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Diebold offers implausible exlanations for defects, tries to oust another county elections official

By Bev Harris, Black Box Voting and Kathy Dopp, UtahCountVotes  Posted by Joan Brunwasser (about the submitter)       (Page 1 of 3 pages)   No comments
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Media Contacts:
UtahCountVotes Kathy Dopp 435-658-4657 or
BlackBoxVoting Bev Harris 206-335-7747, or
Bruce Funk


On March 18, Black Box Voting released the first part of findings from an
examination of the Diebold TSx touch-screen machines in Emery County,
Utah. See

Diebold has responded.

Harri Hursti and Security Innovation Inc. (whose clients include
Microsoft and the National Security Administration) have rebutted
Diebold's initial explanation for the low memory on some of the
machines it delivered to Utah. Diebold then came up with a new
explanation, while trying to maneuver Emery County's elections chief
into resigning.

Bruce Funk, the elected official who has run elections in Emery County
for 23 years, noticed a critical shortage in flash memory/storage in
seven of his 40 brand new Diebold machines. He arranged for an
independent evaluation, a right granted to Utah county officials in
the Diebold contract. Black Box Voting secured the services of Harri
Hursti and Security Innovation, Inc. for the Emery County evaluation.

The initial assessment showed that the memory was so low it appeared
likely to compromise elections held on the affected machines, and the
most likely explanations of low memory are all bad: 1) Different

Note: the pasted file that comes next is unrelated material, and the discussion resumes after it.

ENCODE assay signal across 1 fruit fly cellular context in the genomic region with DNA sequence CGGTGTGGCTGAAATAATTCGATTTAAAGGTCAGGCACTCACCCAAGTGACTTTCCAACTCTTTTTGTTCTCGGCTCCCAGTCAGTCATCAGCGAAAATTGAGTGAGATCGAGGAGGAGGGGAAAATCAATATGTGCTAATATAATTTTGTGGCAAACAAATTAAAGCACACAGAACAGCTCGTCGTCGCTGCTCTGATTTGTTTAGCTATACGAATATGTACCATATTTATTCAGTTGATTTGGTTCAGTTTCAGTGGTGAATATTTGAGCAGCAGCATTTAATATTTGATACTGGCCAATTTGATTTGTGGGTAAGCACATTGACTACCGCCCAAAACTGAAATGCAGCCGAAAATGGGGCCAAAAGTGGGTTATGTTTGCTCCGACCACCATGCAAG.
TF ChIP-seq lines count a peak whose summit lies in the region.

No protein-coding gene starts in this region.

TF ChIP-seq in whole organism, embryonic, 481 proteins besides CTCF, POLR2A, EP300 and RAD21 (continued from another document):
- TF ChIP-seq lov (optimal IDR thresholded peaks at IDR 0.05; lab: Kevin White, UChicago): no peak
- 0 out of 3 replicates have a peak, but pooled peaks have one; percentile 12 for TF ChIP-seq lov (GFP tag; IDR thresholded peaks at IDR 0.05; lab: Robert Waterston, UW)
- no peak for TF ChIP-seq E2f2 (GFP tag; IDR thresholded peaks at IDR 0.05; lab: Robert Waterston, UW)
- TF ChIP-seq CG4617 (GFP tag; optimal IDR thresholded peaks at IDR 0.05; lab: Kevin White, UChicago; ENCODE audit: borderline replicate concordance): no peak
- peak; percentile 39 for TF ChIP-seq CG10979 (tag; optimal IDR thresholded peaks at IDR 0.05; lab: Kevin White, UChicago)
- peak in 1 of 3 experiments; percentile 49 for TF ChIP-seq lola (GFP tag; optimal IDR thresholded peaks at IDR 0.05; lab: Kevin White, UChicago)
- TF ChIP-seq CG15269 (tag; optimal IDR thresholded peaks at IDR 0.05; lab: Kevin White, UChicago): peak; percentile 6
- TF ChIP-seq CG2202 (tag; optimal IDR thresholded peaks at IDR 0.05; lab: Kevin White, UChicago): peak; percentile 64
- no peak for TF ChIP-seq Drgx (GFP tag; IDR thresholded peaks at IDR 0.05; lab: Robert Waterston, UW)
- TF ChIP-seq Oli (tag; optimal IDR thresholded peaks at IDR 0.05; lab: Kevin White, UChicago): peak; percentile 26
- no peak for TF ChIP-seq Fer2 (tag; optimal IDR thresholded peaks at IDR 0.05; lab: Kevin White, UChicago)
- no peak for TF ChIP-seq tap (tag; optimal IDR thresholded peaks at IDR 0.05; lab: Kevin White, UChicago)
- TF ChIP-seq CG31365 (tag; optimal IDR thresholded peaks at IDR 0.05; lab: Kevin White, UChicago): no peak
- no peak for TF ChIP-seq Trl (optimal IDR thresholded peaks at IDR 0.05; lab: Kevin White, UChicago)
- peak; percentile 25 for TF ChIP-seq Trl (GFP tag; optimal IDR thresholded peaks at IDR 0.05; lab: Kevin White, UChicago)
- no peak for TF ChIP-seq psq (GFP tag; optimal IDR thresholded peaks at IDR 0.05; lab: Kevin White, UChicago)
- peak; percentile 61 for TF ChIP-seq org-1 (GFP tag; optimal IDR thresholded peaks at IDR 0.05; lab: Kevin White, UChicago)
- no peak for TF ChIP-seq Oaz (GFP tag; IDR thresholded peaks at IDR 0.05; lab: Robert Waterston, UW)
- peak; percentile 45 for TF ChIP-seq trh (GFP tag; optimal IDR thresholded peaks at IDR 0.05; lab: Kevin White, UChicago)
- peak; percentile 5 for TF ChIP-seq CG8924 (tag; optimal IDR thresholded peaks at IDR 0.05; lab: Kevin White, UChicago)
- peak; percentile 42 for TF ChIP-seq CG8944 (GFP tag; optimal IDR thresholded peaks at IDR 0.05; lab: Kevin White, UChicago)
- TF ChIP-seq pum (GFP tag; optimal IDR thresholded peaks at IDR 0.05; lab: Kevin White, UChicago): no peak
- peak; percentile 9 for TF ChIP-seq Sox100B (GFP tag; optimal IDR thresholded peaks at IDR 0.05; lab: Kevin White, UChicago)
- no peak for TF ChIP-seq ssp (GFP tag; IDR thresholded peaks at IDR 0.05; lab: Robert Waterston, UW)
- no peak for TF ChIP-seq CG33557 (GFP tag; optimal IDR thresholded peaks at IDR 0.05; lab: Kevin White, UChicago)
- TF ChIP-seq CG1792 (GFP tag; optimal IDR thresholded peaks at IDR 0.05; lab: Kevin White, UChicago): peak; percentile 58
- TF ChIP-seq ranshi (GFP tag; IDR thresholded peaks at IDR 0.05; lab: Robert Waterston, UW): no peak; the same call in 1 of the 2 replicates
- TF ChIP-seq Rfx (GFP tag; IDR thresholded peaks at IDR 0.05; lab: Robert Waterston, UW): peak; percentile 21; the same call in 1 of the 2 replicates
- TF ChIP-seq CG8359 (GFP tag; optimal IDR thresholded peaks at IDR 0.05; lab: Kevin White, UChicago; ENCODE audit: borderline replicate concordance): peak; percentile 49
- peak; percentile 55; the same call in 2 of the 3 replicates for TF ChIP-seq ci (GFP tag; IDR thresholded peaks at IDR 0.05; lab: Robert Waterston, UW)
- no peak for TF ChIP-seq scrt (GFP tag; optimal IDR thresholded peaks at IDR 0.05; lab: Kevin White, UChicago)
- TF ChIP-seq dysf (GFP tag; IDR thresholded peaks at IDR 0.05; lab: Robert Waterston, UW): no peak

programs on the machines 2) Data already residing on the machines from
use elsewhere 3) Flash memory near the end of its life cycle.


According to the Deseret Morning News and the Salt Lake Tribune,
Diebold spokesman David Bear claimed that the critical shortage in
memory was due to "different fonts" loaded on certain machines,
"although the types of tests run on the machines before shipping could
also take up memory." Diebold has not explained why some machines
would have different fonts than others.

However, the memory discrepancies were as large as 20MB, and the low memory
triggered a RED alert on the TSx machines, clearly an alert that there
was a problem.

Hursti and Security Innovation cast doubt on the font explanation:

HURSTI: "Fonts can explain a few 100 kilobytes [each] at the most, not
20 meg we have."

SECURITY INNOVATION, INC.: "I went into the tool that builds Windows
CE and after adding ALL of the fonts that it contains they *totaled*
to 4 megs. Harri is right in that each font individually was small
with the largest being a meg but most being like 30k-60k. There exists
the possibility that they created a custom font but I don't know
why...The only one that's any where near big enough (22meg) is a
UNICODE one that can represent things like Japanese characters,
Chinese characters.

Emery County Utah does not have a Japanese/Chinese population
sufficient to warrant such special fonts, and even if it did, if such
fonts use up memory to the extent that machines experience critical
storage problems, that is a significant defect. The existence of Asian
language fonts on Utah machines would be consistent with taking
delivery on machines previously used in California.

2. NEW DIEBOLD EXPLANATION: "There is an A, B, and C version"

On Monday Mar. 27, Diebold attended a meeting in Emery County and here they
claimed there were several versions delivered to Utah. Despite the
fact that all machines are the TSx 4.6.4, in this tape recorded
meeting, Diebold stated that within this there is an A, B, and C

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Joan Brunwasser is a co-founder of Citizens for Election Reform (CER) which since 2005 existed for the sole purpose of raising the public awareness of the critical need for election reform. Our goal: to restore fair, accurate, transparent, secure elections where votes are cast in private and counted in public. Because the problems with electronic (computerized) voting systems include a lack of (more...)

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